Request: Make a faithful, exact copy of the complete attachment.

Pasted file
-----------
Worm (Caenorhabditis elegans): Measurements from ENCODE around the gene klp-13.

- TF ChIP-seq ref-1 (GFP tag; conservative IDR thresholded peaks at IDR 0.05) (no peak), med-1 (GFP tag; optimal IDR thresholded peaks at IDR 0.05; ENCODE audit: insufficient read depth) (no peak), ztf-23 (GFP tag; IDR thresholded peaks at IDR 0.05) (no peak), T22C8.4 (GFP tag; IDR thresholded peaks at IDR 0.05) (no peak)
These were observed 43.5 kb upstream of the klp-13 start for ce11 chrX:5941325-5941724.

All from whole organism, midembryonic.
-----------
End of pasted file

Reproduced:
Worm (Caenorhabditis elegans): Measurements from ENCODE around the gene klp-13.

- TF ChIP-seq ref-1 (GFP tag; conservative IDR thresholded peaks at IDR 0.05) (no peak), med-1 (GFP tag; optimal IDR thresholded peaks at IDR 0.05; ENCODE audit: insufficient read depth) (no peak), ztf-23 (GFP tag; IDR thresholded peaks at IDR 0.05) (no peak), T22C8.4 (GFP tag; IDR thresholded peaks at IDR 0.05) (no peak)
These were observed 43.5 kb upstream of the klp-13 start for ce11 chrX:5941325-5941724.

All from whole organism, midembryonic.